The short Book of Ruth in the Hebrew scriptures has three main characters, Ruth, Naomi and Boaz, from whom you can learn many lessons. The story of Ruth covers a period of loss and despair for Naomi, persistence and devotion for Ruth, a time of bestowing grace and favor for Boaz and an ending of joy and blessing for all three.
Naomi Overcomes Shattered Dreams
Naomi left Israel with her husband and two sons during a famine. They likely planned on staying in the foreign land of Moab for a few years to earn a living until the famine ended, but they ended up staying many years. Naomi's sons married Moabite women. Then her husband and sons died, leaving her bereft. As a woman in ancient Israel, Ruth's loss of a husband and her sons was equivalent to losing her security and future. All of her dreams were shattered. The Book of Ruth can be used to study how to respond to shattered dreams as the bible study participants follow Naomi's development from a bitter, depressed woman returning home with nothing but a foreign daughter-in-law into a joyful woman with an adopted son at the end of the story. Some passages to focus on are Ruth 1:11-13, 1:20-21, 2:19-22, 3:1-4, 3:16-18 and 4:14-17.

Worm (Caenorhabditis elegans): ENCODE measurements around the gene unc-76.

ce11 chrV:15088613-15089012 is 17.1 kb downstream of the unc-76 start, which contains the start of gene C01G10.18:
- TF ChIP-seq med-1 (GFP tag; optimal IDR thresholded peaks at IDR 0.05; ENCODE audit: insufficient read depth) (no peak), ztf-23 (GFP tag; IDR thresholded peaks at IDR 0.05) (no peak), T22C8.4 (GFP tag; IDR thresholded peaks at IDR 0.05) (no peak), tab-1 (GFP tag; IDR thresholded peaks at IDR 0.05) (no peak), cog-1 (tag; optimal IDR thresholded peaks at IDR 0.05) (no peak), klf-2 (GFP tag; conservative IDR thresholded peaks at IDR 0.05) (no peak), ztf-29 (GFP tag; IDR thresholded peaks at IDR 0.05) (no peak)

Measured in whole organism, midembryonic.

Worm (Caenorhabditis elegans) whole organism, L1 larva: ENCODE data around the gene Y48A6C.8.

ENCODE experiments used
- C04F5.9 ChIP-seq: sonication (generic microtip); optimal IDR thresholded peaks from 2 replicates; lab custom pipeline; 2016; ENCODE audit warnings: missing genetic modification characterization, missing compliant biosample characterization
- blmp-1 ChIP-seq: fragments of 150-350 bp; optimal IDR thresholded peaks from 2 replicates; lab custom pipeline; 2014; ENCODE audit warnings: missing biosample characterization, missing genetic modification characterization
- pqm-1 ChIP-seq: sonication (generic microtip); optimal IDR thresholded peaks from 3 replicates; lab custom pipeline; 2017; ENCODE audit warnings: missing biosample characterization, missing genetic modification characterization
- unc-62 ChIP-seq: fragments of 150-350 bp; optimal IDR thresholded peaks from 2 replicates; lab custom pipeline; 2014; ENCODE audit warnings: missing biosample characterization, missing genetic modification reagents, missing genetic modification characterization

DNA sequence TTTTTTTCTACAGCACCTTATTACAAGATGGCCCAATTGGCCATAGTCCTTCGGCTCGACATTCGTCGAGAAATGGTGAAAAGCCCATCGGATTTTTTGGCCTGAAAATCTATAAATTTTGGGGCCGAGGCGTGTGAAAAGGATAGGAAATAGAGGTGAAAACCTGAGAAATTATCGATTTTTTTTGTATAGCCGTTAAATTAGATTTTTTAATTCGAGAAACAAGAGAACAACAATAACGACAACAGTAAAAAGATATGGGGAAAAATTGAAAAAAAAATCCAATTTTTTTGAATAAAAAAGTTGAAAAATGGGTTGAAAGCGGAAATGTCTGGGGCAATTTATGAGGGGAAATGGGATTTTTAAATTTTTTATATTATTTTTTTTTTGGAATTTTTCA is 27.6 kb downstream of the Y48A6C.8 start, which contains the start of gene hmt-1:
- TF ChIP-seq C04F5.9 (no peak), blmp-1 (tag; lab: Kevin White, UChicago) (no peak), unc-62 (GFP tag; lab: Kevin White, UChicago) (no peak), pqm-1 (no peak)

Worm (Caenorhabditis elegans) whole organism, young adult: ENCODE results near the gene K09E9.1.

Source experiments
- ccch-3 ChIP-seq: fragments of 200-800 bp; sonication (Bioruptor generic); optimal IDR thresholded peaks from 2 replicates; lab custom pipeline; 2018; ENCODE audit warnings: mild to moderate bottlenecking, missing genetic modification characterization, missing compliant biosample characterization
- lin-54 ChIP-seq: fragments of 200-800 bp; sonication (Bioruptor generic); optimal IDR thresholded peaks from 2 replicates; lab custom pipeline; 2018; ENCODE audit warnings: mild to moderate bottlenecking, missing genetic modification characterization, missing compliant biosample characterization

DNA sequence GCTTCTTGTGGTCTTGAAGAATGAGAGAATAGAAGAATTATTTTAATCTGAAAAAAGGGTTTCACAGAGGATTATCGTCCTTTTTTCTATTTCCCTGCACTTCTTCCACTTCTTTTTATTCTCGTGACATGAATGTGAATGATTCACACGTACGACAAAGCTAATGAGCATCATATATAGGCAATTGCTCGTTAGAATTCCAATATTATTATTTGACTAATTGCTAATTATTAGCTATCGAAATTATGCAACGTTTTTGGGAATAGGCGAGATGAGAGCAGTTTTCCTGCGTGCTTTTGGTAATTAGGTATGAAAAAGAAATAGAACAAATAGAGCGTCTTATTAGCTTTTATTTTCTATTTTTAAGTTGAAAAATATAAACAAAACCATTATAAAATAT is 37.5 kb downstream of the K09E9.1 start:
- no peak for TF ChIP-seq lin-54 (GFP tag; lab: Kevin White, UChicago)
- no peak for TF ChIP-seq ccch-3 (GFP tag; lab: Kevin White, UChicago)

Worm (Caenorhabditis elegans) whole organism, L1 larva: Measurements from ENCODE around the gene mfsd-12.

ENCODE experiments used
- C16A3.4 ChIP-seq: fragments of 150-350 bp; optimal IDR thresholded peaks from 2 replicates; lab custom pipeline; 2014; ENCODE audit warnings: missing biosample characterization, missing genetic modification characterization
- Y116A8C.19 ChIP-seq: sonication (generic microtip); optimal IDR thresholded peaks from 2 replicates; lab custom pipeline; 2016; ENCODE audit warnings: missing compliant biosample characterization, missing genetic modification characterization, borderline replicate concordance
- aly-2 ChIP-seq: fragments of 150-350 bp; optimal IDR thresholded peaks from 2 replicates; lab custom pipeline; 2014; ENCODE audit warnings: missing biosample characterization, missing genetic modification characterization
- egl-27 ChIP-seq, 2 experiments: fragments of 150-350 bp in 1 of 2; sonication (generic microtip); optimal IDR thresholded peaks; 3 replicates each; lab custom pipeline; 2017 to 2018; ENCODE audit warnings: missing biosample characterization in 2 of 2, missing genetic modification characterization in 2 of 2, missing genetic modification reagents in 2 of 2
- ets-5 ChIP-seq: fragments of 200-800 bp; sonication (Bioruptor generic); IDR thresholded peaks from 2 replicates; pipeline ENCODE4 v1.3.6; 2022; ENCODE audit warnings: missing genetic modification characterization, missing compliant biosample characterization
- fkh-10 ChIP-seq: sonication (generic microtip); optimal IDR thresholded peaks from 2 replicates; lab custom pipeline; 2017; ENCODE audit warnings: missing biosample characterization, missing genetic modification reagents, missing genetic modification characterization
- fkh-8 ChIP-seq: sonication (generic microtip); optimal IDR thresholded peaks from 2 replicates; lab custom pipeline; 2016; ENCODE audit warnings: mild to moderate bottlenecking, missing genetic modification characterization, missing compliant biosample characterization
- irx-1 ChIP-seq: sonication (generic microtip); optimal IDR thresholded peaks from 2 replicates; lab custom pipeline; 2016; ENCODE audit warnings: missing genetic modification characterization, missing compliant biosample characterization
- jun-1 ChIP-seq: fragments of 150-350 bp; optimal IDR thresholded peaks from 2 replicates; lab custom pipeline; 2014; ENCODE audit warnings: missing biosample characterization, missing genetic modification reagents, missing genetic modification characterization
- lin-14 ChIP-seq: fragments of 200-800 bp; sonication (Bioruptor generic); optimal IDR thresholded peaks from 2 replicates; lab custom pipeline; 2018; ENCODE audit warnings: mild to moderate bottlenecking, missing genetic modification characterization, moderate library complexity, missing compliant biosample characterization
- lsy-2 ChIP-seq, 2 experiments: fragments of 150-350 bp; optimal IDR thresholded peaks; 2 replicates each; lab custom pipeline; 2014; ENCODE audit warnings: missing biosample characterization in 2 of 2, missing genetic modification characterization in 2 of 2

God Shows Kindness to Outsiders
Ruth was a Moabite woman, not an Israelite. Despite this fact, the Book of Ruth shows how God demonstrated kindness to her and blessed her several times. Some items to focus on are Ruth 2:3-4, 3:8-11 and 4:5-8. A Bible study focusing on this aspect of Ruth can help people see that God cares for all people, not just the Israelites. Ruth decided to accept the Israelite God as her God in Ruth 1:16, and even though she was a foreigner, God accepted and blessed her.
Hard Work Pays Off
Ruth and her mother-in-law, Naomi, are destitute in Israel when they return without husbands, sons or other close family members to support them. Instead of despairing, Ruth gets permission from Naomi to go out to the fields and pick up leftovers in Ruth 2:2. This type of gleaning was done by poor families and could be dangerous for women alone, but Ruth was not above working hard to support herself and her mother-in-law. Not only does she end up with food, but she also catches the eye of Boaz, Naomi's kinsman redeemer, who is impressed by Ruth's devotion to Naomi and her hard work and eventually marries her. Focus on Ruth chapter 2 in this Bible study, and discuss how being humble and working hard can sometimes result in bigger rewards than you expected.
Jesus is Our Kinsman Redeemer
The character of Boaz in Ruth can be seen as a foreshadowing of Jesus. In Ruth 4:1-12, Boaz takes responsibility for Ruth's well-being, agreeing to marry her, care for her, care for her mother-in-law and give children to her deceased husband's bloodline -- basically, to save her life. Ruth soon bears a son, and she and Naomi are lifted out of despair and bitterness into joy. Like Ruth in Israel, all people are foreigners to God who need the help of a loving benefactor. Jesus agrees to be the spiritual groom, lifting people out of their isolation and despair into a richer life with him. For this study, look not only at the Book of Ruth, but also passages such as Revelation 21:1-4, Ephesians 5:25-27 and 2 Corinthians 11:2, in which Jesus is considered to be the groom and the body of believers the bride.
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